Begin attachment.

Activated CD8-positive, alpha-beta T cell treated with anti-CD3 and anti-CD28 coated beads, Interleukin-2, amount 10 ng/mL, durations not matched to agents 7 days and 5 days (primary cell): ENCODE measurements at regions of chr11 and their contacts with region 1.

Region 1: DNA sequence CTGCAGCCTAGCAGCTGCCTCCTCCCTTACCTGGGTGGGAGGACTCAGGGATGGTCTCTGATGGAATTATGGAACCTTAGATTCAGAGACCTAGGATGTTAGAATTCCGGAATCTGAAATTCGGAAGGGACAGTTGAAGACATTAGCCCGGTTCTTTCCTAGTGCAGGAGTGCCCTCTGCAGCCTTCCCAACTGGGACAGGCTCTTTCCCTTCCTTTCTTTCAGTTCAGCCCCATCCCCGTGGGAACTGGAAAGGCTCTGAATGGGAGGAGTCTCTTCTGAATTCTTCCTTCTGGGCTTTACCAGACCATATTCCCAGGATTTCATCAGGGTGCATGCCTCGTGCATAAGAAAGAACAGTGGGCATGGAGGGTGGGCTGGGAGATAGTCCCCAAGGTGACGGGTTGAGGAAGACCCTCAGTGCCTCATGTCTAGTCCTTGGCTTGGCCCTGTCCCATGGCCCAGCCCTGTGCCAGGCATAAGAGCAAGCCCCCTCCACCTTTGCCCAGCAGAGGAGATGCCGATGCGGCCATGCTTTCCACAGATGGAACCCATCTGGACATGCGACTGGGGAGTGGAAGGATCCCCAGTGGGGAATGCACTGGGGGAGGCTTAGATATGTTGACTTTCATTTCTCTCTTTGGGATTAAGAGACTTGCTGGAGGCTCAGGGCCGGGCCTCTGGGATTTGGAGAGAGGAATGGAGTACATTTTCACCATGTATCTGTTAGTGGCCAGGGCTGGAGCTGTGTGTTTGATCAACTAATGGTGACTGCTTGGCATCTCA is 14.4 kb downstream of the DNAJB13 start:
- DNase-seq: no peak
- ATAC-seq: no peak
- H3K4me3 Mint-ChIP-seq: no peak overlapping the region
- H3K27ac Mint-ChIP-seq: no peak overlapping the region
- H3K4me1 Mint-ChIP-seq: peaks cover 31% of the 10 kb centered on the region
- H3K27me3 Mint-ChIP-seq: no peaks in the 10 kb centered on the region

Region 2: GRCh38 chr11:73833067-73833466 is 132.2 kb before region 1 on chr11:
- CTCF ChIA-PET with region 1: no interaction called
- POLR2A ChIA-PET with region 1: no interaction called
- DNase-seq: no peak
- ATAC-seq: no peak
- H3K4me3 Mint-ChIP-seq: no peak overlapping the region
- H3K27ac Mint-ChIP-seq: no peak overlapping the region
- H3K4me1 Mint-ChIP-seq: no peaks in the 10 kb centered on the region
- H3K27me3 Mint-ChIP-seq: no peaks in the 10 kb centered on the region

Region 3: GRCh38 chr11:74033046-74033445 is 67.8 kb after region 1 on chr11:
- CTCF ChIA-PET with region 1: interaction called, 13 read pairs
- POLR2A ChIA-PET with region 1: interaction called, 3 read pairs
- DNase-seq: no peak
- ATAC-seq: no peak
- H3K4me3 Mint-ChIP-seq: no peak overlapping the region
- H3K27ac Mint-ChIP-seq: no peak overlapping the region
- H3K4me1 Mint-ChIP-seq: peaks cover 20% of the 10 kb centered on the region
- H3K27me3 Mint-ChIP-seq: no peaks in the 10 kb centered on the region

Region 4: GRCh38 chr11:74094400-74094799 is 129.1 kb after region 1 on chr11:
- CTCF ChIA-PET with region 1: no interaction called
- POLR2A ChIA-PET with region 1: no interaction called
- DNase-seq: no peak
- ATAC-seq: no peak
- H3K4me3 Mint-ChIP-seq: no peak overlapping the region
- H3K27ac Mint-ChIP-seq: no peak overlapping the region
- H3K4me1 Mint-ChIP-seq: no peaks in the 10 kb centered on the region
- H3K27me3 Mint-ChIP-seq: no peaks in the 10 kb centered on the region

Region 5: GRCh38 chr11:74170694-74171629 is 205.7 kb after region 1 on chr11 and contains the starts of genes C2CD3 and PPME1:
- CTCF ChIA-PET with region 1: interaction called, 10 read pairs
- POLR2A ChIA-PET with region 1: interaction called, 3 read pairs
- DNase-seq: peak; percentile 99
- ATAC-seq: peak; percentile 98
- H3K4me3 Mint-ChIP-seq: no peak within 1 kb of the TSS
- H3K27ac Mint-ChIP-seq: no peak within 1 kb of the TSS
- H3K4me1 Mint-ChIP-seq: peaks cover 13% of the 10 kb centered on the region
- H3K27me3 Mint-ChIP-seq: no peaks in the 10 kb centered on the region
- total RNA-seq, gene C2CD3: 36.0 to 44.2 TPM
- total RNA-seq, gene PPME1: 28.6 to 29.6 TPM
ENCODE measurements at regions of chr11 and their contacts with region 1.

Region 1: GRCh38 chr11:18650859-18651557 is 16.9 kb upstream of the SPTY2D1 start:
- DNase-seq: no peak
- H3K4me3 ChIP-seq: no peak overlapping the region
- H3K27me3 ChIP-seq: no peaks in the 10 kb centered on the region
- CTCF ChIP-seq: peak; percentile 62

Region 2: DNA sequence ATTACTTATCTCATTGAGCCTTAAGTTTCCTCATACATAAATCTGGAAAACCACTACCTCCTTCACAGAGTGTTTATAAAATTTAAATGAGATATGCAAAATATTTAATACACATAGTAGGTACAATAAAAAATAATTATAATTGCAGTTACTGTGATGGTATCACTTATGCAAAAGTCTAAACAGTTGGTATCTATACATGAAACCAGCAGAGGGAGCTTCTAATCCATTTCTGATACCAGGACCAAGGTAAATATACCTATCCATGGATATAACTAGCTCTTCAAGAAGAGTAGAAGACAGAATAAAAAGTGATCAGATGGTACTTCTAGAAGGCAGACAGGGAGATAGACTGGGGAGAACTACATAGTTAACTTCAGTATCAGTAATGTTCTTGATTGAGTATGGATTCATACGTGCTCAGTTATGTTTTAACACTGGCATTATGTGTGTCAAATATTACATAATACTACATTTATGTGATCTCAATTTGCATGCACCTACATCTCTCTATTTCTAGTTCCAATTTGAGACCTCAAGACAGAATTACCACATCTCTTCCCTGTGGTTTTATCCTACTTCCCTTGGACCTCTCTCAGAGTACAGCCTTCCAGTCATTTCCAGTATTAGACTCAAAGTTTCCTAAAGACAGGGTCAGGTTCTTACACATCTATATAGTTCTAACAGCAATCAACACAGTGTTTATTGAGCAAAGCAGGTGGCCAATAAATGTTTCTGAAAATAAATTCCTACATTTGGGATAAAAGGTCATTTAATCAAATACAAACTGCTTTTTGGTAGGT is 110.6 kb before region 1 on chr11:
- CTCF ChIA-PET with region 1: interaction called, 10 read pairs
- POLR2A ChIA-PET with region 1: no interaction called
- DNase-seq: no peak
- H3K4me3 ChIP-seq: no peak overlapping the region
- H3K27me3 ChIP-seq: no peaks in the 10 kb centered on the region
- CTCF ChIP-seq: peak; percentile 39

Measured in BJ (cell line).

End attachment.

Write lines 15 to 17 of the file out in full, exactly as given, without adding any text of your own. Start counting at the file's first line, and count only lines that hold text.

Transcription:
- H3K27ac Mint-ChIP-seq: no peak overlapping the region
- H3K4me1 Mint-ChIP-seq: no peaks in the 10 kb centered on the region
- H3K27me3 Mint-ChIP-seq: no peaks in the 10 kb centered on the region